I’ve been giving some consideration to a number of issues, lately, that have taken quite a bit of time to think through. Of recent interest has been the election of a Chairman to the LCRC, said election having been concluded this past Saturday. Throughout the process I was bothered by something regarding the whole procedure and I think it’s time that I speak out on it and that I call upon my fellow members of the LCRC to consider as well.
The LCRC is not the only organization I hold membership in. Most notably, I am a member of the Knights of Columbus (a Knight of the 4th Order, for any fellow Knights who read this) but I am also a card-carrying member of the NRA. And ISSA, a security association of IT professionals. And an alumni member of Delta Tau Delta. All of these organizations have “command” hierarchies with varying levels of leadership, locally and nationally. And every one of them draws the leadership from the membership ranks, elected by the membership.
Well, all of them except the LCRC.
The LCRC, for some reason, is required to throw open the election of its leader to allow participation by any member of the general public who claims to be a Republican and who signs a pledge that they’ll support whatever candidate we nominate for the general elections. Here’s some interesting math from the party canvass this past Saturday: 970 people dropped by to vote in the canvass. Somewhere around 200 people actually joined the committee. In short, roughly 4 of every 5 people who voted in the election to decide who will lead the LCRC chose not to become a member in the organization for which they had a hand in choosing the leadership.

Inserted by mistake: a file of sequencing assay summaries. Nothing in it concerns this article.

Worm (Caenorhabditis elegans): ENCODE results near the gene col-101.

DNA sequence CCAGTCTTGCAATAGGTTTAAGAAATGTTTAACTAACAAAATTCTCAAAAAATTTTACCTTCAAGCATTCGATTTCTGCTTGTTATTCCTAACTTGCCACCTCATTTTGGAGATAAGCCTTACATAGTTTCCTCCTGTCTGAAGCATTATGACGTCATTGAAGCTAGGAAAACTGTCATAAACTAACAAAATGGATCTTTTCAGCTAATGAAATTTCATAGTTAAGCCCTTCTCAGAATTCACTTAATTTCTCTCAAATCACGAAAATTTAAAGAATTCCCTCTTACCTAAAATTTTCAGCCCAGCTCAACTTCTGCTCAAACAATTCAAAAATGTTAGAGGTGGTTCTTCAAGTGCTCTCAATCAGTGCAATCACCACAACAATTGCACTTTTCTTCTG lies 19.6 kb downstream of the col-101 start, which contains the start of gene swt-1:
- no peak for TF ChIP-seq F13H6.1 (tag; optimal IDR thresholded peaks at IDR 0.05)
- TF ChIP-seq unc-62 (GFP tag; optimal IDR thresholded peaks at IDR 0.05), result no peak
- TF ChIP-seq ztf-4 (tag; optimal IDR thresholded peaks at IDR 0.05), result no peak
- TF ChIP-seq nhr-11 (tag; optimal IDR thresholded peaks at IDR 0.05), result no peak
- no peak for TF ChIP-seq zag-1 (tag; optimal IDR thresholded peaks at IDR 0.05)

My KofC Council has about 385 Knights. Our parish – the church to which the Council is attached – is comprised of about 1600 families. I’ll give you a huge benefit of the doubt and say that only half of the families have men over 18 in them that are eligible to be Knights. That’s still 800 men of the parish of which slightly less than half are Knights. When it comes time to elect our Grand Knight to lead our Council, we do not solicit votes from the men of the parish who are not Knights.
ISSA does not ask the general population who should be the President of the organization. They ask the members and only the members decide. The NRA welcomes anyone who wishes to join to our ranks. But we don’t ask non-members who the Chairman should be. That decision is restricted to people who hold membership. Delts don’t hold open elections to determine who’s going to be the fraternity’s President, locally or nationally. Delts elect their own.
It’s not just organizations that do this, it’s probably every election in which you’ve ever participated. When the Governor’s race was being decided last November, citizens of Ohio didn’t go to the polls. No resident of Georgia cast a vote deciding between Bob McDonnell and Creigh Deeds. It worked the same way the closer to home you got. My friend who lives in Arlington didn’t even know who Tag Greason was, let alone got to vote for him for Delegate of the 32nd House District. That decision was reserved to residents of this District.